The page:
Robotic underwater vehicles from the Monterey Bay Aquarium's Research Institute just helped discover one of the Earth's more elusive scientific treasures. Both an autonomous mapping craft and a remotely operated counterpart (which collected video and samples) traveled 12,500 feet to the bottom of Mexico's Pescadero Basin to find the Pacific's deepest hot hydrothermal vents. The machines achieved their feat in just two days, versus the years that it'd take for conventional undersea mapping -- and they achieved the kind of detail that would likely be difficult or impossible using those earlier techniques.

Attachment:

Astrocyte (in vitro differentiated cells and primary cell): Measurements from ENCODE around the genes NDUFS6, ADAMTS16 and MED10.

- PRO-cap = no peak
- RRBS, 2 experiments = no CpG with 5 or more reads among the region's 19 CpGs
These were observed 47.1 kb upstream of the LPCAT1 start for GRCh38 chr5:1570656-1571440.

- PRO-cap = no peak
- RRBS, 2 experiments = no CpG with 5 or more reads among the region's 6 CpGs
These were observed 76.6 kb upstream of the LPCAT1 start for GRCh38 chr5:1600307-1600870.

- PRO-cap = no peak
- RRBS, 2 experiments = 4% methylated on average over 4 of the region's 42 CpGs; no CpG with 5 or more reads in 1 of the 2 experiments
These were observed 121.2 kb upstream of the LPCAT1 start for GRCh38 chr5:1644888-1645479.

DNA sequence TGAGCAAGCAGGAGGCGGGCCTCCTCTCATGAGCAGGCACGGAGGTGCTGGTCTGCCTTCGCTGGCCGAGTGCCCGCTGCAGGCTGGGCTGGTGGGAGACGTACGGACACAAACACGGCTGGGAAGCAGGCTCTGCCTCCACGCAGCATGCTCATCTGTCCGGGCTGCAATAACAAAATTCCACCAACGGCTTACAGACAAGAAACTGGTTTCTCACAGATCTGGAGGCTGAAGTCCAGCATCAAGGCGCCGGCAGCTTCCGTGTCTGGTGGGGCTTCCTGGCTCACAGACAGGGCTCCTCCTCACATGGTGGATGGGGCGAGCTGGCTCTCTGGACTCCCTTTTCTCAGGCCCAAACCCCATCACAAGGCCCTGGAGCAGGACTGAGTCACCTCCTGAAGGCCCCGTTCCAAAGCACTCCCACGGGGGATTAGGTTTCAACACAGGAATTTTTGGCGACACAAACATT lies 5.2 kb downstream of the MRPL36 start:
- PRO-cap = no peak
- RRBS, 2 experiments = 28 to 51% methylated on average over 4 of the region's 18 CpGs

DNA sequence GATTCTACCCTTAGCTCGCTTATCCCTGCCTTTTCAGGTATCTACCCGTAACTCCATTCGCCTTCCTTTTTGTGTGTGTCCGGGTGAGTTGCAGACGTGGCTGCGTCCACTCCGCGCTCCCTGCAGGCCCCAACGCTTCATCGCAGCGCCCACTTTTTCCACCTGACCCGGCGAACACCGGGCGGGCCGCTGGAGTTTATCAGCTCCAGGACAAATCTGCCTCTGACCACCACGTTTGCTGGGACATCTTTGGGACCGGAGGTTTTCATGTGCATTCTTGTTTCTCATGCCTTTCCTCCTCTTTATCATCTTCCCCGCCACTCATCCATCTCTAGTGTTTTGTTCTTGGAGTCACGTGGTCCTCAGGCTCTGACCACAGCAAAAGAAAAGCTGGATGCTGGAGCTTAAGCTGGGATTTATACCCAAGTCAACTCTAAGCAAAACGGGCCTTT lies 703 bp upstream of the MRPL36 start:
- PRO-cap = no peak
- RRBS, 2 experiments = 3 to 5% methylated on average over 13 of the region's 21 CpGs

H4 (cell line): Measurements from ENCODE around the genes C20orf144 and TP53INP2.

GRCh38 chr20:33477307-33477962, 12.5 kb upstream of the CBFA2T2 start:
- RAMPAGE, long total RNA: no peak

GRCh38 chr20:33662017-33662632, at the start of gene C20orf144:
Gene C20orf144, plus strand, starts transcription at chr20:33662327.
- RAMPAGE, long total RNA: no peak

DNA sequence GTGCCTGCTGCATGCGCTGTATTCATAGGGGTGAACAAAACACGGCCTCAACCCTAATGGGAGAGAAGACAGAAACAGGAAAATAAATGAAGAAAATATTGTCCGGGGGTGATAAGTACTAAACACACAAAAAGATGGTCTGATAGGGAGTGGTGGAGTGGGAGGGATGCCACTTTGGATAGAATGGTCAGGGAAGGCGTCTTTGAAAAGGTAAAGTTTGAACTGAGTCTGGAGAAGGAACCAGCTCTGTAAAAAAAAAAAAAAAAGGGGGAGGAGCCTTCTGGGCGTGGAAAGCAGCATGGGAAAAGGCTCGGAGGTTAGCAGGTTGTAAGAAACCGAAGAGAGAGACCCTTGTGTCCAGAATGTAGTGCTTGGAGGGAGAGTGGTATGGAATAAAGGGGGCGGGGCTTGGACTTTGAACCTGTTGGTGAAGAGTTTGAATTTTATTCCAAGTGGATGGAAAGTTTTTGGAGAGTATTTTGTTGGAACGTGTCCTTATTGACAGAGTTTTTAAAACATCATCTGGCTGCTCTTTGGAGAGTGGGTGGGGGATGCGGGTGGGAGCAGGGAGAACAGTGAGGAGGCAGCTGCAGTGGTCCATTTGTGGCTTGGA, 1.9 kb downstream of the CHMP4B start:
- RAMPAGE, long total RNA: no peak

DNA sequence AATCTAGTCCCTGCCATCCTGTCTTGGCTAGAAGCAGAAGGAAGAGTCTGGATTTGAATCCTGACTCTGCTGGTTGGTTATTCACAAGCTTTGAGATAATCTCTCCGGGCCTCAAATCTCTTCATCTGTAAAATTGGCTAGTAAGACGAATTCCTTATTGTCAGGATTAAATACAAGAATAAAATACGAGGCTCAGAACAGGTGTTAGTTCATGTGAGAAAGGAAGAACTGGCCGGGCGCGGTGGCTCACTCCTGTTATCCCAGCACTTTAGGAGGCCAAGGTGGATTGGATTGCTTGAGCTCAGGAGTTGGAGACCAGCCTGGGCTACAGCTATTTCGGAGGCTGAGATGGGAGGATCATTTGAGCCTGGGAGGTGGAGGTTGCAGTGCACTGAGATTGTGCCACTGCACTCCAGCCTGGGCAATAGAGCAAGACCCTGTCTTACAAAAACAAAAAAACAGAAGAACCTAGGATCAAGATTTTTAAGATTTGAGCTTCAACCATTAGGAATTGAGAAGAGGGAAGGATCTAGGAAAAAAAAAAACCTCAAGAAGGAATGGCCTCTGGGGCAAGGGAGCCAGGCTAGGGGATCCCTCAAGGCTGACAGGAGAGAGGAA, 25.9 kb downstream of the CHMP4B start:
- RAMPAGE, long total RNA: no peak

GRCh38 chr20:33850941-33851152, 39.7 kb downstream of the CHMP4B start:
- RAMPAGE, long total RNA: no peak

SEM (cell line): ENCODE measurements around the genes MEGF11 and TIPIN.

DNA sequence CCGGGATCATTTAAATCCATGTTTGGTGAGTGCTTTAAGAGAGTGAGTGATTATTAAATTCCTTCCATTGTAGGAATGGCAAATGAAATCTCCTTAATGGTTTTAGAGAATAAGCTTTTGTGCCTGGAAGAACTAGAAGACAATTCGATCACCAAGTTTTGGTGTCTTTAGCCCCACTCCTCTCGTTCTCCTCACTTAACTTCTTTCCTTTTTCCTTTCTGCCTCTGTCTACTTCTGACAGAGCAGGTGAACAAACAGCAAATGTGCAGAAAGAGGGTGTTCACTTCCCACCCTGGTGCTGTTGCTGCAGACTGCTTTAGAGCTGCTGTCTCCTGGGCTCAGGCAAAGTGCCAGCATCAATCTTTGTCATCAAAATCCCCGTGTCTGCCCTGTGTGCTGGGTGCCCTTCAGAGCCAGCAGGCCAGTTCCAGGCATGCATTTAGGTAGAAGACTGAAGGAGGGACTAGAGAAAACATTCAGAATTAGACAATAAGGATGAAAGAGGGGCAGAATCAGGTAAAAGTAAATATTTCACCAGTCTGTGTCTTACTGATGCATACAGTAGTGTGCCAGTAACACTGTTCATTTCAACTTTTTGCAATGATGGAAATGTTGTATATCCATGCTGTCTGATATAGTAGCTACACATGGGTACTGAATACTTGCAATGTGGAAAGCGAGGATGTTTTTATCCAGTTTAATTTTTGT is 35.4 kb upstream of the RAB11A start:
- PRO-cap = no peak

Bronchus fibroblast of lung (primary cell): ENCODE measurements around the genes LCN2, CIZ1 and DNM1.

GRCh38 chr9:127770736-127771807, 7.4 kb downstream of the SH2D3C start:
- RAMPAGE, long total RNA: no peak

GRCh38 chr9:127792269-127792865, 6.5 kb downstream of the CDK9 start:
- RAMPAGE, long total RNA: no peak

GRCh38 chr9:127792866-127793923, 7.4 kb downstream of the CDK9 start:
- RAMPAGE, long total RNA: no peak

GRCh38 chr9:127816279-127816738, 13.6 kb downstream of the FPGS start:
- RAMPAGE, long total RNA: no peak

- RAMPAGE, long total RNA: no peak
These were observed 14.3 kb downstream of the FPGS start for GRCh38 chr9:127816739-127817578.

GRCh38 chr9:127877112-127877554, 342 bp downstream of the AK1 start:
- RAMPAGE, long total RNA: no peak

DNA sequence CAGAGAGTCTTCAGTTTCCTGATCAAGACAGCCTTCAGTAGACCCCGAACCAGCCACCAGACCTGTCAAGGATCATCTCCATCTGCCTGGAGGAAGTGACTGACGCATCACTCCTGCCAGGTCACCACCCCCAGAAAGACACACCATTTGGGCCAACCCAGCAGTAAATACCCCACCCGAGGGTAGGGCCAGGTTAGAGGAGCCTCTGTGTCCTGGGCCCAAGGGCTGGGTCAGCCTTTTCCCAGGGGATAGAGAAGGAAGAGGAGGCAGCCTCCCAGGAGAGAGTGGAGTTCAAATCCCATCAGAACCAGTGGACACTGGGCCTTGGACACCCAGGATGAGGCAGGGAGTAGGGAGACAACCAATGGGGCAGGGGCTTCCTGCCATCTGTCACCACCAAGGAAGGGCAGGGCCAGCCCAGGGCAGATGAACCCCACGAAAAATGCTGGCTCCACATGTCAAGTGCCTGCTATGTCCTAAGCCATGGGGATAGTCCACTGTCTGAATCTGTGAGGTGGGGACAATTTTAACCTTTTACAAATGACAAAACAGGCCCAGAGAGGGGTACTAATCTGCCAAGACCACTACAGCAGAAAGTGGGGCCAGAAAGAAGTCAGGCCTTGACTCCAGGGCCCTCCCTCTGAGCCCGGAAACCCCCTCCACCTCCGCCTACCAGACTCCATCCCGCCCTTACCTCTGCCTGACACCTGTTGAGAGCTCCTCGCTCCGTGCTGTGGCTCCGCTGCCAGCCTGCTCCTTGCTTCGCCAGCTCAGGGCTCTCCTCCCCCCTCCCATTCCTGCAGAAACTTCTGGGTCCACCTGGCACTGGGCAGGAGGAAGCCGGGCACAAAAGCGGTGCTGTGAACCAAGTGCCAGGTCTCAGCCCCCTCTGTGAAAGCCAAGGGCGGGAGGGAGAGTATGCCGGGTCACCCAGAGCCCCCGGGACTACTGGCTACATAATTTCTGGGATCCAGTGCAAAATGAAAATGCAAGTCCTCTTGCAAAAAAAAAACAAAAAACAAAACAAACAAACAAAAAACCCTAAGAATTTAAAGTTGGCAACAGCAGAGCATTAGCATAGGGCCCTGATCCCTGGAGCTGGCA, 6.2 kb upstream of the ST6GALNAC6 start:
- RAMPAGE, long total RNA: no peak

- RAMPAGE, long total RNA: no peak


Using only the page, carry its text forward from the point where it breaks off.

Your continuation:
You definitely wouldn't want to visit in person, even in a craft that could survive the crushing pressure at these depths. Giant chimneys around the vents spew super-hot (660F) metallic fluids, and the only forms of life nearby are tubeworms and other critters whose symbiotic bacteria turns the vents' toxic chemicals into sustenance. In other words, it's not exactly a tourist attraction -- robots are likely the closest you'll get to a human presence in this unforgiving landscape.